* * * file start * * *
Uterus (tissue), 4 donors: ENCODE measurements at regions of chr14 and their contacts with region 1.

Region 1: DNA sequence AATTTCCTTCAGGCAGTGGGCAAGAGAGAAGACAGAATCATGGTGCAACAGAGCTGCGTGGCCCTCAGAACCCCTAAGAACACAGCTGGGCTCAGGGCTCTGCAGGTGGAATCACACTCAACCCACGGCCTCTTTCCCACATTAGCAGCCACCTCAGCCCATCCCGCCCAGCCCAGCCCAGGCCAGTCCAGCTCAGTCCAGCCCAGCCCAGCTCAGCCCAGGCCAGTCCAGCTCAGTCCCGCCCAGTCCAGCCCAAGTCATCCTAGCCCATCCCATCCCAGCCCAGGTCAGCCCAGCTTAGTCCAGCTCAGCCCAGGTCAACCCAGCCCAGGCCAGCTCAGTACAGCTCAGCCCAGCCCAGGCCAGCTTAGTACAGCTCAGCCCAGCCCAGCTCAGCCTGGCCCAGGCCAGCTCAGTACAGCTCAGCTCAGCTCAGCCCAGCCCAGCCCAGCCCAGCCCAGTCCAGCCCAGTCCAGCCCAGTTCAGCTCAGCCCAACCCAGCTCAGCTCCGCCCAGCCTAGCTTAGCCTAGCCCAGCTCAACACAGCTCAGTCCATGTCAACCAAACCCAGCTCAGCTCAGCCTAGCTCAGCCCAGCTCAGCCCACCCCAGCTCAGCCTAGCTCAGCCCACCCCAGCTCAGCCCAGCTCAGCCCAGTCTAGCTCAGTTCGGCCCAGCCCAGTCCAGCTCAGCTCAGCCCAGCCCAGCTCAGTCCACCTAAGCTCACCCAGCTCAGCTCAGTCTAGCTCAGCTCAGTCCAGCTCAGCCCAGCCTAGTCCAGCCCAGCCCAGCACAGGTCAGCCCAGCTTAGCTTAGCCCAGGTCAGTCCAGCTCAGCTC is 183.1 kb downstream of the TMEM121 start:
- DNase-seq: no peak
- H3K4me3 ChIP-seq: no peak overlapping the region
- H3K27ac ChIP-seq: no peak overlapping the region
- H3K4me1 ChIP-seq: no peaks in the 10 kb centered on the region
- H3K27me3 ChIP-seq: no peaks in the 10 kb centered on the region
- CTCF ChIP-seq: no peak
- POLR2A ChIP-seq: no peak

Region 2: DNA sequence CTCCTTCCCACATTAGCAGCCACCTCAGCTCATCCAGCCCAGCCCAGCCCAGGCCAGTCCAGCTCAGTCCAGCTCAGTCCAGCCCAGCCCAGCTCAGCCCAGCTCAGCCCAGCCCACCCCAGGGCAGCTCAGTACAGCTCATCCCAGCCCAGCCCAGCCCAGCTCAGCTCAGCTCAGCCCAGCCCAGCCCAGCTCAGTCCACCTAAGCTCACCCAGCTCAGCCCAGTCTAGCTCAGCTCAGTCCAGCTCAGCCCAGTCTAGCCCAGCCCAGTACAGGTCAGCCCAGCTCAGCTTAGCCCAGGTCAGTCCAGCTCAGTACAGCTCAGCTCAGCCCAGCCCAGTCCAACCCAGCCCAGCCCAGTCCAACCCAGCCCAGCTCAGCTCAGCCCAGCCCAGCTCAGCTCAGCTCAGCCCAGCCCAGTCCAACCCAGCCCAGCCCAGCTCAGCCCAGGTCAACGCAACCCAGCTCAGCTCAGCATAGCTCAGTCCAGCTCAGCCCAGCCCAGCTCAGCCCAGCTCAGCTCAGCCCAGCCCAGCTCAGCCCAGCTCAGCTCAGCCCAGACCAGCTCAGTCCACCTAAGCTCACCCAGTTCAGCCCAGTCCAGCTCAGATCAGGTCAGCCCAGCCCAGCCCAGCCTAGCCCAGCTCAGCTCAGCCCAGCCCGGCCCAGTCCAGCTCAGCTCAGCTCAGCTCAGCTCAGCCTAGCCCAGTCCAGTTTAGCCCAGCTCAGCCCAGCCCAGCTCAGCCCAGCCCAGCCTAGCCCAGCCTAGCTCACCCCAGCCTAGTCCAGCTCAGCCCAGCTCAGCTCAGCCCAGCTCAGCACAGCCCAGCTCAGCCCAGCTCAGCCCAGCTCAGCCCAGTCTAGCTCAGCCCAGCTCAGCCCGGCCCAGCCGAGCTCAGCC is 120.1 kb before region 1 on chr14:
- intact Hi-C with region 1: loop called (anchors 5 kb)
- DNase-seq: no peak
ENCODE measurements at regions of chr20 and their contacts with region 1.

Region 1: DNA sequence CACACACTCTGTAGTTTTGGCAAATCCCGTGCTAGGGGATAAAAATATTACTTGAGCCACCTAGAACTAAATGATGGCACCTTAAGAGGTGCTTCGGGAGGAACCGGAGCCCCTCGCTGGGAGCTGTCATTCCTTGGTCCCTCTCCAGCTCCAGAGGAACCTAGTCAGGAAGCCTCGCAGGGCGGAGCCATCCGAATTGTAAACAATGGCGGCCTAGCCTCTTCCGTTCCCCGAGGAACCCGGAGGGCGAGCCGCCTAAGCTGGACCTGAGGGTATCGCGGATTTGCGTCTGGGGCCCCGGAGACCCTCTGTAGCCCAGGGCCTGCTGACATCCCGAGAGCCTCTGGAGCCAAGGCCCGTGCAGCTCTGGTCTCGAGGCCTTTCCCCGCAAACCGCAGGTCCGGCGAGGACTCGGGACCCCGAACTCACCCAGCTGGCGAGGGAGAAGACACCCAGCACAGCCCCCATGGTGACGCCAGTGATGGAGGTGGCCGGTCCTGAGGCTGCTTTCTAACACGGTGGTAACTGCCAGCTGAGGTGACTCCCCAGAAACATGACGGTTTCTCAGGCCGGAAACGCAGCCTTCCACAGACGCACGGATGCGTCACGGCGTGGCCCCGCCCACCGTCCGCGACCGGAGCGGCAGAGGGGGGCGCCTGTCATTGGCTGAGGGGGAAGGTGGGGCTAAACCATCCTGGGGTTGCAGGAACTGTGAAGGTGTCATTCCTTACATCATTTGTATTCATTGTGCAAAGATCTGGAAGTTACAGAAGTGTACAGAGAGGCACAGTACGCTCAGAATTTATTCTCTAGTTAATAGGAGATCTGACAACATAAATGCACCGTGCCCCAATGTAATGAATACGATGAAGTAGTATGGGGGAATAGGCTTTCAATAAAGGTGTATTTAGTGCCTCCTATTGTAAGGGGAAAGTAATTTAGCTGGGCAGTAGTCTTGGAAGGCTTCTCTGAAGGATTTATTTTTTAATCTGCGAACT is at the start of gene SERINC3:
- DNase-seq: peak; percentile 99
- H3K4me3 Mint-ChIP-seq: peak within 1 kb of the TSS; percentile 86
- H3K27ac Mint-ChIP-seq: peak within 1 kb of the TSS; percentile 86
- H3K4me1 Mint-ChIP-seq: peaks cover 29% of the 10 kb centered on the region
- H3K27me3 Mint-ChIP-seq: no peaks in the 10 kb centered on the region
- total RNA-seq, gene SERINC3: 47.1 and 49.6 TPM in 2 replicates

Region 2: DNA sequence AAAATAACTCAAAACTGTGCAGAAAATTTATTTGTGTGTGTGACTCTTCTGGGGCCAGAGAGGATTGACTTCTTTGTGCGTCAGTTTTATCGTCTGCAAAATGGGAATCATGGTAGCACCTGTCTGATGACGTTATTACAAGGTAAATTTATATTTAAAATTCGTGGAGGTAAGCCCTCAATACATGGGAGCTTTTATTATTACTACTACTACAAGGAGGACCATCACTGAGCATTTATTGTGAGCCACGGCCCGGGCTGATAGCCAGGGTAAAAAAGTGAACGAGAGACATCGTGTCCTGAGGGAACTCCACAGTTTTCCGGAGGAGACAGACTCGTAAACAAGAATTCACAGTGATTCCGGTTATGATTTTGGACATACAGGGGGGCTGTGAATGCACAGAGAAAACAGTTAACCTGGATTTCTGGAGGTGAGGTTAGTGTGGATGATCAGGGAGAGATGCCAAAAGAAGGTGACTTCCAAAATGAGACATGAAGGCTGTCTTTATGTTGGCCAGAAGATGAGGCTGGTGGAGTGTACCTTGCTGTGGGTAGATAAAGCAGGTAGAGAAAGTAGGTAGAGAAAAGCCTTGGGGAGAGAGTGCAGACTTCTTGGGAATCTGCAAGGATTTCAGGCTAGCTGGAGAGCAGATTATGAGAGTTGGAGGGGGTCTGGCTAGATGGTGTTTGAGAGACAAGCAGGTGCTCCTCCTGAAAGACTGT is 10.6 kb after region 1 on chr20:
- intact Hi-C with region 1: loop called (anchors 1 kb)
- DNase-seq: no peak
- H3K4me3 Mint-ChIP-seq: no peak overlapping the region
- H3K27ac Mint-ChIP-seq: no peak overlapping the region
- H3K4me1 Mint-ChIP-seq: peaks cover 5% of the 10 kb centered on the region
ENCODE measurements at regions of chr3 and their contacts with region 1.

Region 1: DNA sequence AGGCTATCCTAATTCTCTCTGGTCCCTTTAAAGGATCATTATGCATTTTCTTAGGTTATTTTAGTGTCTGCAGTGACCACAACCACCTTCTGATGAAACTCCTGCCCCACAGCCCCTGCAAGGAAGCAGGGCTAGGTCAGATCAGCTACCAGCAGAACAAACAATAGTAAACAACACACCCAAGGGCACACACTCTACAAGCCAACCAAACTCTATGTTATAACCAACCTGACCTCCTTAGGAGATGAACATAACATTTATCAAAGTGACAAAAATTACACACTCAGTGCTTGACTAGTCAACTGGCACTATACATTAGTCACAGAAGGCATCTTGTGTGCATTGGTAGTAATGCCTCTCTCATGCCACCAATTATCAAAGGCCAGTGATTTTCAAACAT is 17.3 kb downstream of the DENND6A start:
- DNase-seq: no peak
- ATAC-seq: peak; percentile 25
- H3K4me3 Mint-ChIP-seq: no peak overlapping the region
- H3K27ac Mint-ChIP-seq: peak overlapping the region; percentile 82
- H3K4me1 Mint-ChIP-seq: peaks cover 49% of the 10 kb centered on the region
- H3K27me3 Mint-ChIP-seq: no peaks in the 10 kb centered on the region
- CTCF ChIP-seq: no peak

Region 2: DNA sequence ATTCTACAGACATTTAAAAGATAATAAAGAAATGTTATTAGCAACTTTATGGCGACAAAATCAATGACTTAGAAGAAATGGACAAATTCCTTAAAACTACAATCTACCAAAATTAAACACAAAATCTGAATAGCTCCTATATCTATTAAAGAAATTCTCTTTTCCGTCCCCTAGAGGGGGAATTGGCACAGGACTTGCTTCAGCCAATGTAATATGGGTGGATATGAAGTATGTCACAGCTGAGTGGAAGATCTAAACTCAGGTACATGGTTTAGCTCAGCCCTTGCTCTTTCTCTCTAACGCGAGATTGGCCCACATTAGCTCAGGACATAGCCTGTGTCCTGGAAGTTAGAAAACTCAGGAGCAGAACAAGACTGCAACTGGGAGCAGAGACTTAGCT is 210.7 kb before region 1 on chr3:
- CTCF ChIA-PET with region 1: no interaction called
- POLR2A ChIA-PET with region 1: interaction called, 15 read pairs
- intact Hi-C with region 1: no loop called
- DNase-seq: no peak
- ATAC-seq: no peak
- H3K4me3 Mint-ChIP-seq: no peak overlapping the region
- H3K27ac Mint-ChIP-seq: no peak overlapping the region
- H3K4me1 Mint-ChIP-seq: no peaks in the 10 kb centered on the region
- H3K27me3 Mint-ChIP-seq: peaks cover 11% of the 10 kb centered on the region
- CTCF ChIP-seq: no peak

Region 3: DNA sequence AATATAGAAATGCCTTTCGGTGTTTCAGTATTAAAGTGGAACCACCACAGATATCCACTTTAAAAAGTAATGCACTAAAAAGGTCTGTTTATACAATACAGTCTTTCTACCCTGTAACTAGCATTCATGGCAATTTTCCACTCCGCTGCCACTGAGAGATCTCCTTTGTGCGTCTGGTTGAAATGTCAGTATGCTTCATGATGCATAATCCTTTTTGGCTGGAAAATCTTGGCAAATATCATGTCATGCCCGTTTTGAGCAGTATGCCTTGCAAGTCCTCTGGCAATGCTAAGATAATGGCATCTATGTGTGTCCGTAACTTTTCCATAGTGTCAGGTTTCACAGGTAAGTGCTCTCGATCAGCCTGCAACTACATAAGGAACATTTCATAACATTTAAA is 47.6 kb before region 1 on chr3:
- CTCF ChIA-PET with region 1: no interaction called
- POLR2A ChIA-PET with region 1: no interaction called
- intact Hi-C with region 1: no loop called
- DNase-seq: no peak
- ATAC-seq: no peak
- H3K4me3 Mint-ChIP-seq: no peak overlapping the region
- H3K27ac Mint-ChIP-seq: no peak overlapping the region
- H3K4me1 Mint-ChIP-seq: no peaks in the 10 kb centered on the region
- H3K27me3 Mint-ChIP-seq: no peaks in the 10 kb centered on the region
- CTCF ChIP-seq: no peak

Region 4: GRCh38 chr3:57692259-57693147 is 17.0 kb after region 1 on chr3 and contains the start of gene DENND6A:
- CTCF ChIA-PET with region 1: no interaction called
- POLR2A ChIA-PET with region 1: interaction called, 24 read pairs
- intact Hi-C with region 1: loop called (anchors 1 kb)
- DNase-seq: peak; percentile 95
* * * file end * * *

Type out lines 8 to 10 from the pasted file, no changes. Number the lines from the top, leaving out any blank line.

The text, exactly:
- CTCF ChIP-seq: no peak
- POLR2A ChIP-seq: no peak

Region 2: DNA sequence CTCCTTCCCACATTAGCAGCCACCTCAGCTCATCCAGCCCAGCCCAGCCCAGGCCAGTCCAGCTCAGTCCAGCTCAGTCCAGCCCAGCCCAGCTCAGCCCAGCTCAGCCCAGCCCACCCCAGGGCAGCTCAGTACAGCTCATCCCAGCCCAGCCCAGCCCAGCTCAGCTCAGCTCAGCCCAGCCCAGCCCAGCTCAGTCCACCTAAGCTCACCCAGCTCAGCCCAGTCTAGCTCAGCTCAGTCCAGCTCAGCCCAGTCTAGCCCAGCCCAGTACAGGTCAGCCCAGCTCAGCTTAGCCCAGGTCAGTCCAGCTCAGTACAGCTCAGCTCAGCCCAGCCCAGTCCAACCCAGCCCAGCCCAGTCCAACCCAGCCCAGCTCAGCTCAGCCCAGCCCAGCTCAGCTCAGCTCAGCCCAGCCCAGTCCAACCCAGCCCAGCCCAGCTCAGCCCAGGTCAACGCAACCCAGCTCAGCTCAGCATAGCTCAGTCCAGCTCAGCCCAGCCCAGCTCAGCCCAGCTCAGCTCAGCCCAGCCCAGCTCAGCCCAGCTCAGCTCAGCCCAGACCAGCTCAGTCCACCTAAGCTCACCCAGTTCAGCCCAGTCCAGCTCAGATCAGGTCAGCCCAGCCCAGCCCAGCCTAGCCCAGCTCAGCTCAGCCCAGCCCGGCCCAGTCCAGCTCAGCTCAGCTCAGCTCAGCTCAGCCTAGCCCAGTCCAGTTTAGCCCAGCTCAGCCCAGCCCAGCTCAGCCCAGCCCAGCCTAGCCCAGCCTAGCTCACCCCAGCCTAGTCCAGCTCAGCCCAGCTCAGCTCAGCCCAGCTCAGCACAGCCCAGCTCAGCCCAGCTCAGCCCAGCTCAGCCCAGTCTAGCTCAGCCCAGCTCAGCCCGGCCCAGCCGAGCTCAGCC is 120.1 kb before region 1 on chr14: